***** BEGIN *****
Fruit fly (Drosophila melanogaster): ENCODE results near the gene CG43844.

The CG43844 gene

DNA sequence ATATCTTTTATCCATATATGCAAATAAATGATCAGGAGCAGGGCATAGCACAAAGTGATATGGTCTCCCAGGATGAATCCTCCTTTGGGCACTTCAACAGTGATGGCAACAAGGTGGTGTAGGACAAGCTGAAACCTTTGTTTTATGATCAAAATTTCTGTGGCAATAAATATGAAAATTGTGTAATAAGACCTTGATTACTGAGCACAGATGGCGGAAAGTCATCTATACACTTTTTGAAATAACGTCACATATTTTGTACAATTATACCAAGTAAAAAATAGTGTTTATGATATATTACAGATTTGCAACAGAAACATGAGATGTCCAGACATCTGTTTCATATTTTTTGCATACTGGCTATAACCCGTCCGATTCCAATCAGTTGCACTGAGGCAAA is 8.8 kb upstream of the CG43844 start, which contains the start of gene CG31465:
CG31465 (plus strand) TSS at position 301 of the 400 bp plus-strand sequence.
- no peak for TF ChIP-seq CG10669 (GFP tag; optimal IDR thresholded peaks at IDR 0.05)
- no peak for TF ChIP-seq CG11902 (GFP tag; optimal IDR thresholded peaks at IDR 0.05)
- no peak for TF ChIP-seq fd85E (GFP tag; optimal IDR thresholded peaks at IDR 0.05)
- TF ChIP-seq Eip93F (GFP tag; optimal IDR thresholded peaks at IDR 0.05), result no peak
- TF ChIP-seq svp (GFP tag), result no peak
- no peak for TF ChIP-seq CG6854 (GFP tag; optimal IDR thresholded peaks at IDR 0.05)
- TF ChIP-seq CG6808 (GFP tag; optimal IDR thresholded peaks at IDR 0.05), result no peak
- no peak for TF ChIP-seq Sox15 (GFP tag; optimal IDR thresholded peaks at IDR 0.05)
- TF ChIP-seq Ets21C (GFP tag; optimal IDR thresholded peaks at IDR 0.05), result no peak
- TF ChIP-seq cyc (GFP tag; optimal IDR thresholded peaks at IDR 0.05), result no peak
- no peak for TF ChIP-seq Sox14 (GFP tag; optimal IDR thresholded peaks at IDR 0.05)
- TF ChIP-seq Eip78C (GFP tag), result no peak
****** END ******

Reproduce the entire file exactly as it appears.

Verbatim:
Fruit fly (Drosophila melanogaster): ENCODE results near the gene CG43844.

The CG43844 gene

DNA sequence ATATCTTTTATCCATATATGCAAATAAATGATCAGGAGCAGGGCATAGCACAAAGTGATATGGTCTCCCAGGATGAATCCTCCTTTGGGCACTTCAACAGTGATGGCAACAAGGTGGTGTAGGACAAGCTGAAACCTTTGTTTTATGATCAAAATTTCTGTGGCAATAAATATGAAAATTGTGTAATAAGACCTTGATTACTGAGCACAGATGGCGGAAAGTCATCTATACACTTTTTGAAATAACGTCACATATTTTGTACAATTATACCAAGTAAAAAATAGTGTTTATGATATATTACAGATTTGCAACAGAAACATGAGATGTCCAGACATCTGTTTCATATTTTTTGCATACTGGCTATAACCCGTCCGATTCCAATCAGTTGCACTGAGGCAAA is 8.8 kb upstream of the CG43844 start, which contains the start of gene CG31465:
CG31465 (plus strand) TSS at position 301 of the 400 bp plus-strand sequence.
- no peak for TF ChIP-seq CG10669 (GFP tag; optimal IDR thresholded peaks at IDR 0.05)
- no peak for TF ChIP-seq CG11902 (GFP tag; optimal IDR thresholded peaks at IDR 0.05)
- no peak for TF ChIP-seq fd85E (GFP tag; optimal IDR thresholded peaks at IDR 0.05)
- TF ChIP-seq Eip93F (GFP tag; optimal IDR thresholded peaks at IDR 0.05), result no peak
- TF ChIP-seq svp (GFP tag), result no peak
- no peak for TF ChIP-seq CG6854 (GFP tag; optimal IDR thresholded peaks at IDR 0.05)
- TF ChIP-seq CG6808 (GFP tag; optimal IDR thresholded peaks at IDR 0.05), result no peak
- no peak for TF ChIP-seq Sox15 (GFP tag; optimal IDR thresholded peaks at IDR 0.05)
- TF ChIP-seq Ets21C (GFP tag; optimal IDR thresholded peaks at IDR 0.05), result no peak
- TF ChIP-seq cyc (GFP tag; optimal IDR thresholded peaks at IDR 0.05), result no peak
- no peak for TF ChIP-seq Sox14 (GFP tag; optimal IDR thresholded peaks at IDR 0.05)
- TF ChIP-seq Eip78C (GFP tag), result no peak